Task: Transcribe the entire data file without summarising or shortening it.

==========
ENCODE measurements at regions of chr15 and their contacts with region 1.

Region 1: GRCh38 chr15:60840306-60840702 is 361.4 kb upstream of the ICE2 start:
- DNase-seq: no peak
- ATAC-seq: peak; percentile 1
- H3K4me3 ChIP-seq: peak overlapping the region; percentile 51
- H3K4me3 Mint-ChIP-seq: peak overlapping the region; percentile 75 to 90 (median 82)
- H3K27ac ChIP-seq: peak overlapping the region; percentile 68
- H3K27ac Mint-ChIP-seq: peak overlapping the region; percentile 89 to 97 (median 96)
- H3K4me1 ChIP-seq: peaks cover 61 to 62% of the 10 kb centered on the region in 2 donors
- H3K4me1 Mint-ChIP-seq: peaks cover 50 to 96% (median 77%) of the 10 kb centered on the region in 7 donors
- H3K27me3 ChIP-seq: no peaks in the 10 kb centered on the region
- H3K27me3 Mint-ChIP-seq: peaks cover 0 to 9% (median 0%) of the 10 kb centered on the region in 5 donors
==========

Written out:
ENCODE measurements at regions of chr15 and their contacts with region 1.

Region 1: GRCh38 chr15:60840306-60840702 is 361.4 kb upstream of the ICE2 start:
- DNase-seq: no peak
- ATAC-seq: peak; percentile 1
- H3K4me3 ChIP-seq: peak overlapping the region; percentile 51
- H3K4me3 Mint-ChIP-seq: peak overlapping the region; percentile 75 to 90 (median 82)
- H3K27ac ChIP-seq: peak overlapping the region; percentile 68
- H3K27ac Mint-ChIP-seq: peak overlapping the region; percentile 89 to 97 (median 96)
- H3K4me1 ChIP-seq: peaks cover 61 to 62% of the 10 kb centered on the region in 2 donors
- H3K4me1 Mint-ChIP-seq: peaks cover 50 to 96% (median 77%) of the 10 kb centered on the region in 7 donors
- H3K27me3 ChIP-seq: no peaks in the 10 kb centered on the region
- H3K27me3 Mint-ChIP-seq: peaks cover 0 to 9% (median 0%) of the 10 kb centered on the region in 5 donors